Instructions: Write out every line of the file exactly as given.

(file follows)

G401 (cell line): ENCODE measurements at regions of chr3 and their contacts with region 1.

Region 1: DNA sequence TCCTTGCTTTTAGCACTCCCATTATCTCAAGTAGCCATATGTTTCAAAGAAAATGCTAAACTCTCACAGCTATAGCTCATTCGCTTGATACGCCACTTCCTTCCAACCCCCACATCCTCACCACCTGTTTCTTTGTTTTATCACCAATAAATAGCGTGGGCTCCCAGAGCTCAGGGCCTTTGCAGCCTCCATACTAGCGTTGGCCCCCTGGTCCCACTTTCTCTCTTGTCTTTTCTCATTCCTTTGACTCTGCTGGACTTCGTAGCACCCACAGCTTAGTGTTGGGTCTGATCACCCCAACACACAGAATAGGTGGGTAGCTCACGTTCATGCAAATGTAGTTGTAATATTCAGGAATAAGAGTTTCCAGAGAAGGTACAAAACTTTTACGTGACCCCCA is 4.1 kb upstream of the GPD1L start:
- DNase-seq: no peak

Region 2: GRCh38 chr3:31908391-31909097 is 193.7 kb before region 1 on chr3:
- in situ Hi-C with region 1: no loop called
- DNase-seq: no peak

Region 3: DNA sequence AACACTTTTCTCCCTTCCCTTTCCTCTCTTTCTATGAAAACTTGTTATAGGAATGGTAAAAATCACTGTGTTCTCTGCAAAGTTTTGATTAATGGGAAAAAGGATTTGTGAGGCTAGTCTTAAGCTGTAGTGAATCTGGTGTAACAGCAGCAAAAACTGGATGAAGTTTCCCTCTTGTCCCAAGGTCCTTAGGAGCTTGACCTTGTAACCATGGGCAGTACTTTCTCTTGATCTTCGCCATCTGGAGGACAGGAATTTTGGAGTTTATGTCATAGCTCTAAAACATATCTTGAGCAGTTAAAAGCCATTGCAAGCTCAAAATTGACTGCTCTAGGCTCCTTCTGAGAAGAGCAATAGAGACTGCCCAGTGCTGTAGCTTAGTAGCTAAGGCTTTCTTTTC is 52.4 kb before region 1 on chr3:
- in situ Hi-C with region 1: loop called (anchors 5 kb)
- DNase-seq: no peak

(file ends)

G401 (cell line): ENCODE measurements at regions of chr3 and their contacts with region 1.

Region 1: DNA sequence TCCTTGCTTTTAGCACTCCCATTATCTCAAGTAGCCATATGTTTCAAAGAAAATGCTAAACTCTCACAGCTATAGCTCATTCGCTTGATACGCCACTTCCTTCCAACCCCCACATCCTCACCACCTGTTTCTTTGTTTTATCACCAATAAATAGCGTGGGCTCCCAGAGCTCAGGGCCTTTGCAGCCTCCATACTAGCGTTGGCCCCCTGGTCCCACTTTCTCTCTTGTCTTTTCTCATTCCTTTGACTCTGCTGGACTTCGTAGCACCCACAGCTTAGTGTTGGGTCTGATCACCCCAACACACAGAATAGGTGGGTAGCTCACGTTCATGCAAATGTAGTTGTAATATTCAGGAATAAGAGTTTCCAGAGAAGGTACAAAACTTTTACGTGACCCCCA is 4.1 kb upstream of the GPD1L start:
- DNase-seq: no peak

Region 2: GRCh38 chr3:31908391-31909097 is 193.7 kb before region 1 on chr3:
- in situ Hi-C with region 1: no loop called
- DNase-seq: no peak

Region 3: DNA sequence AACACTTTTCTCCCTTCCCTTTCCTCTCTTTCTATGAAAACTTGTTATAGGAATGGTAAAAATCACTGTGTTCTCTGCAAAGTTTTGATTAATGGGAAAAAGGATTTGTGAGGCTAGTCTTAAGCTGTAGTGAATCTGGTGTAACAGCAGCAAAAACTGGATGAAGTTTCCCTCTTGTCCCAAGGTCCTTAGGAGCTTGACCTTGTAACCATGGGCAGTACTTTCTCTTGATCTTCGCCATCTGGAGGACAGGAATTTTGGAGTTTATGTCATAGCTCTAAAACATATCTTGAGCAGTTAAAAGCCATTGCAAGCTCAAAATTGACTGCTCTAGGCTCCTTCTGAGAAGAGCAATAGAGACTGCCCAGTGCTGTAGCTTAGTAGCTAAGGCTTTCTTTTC is 52.4 kb before region 1 on chr3:
- in situ Hi-C with region 1: loop called (anchors 5 kb)
- DNase-seq: no peak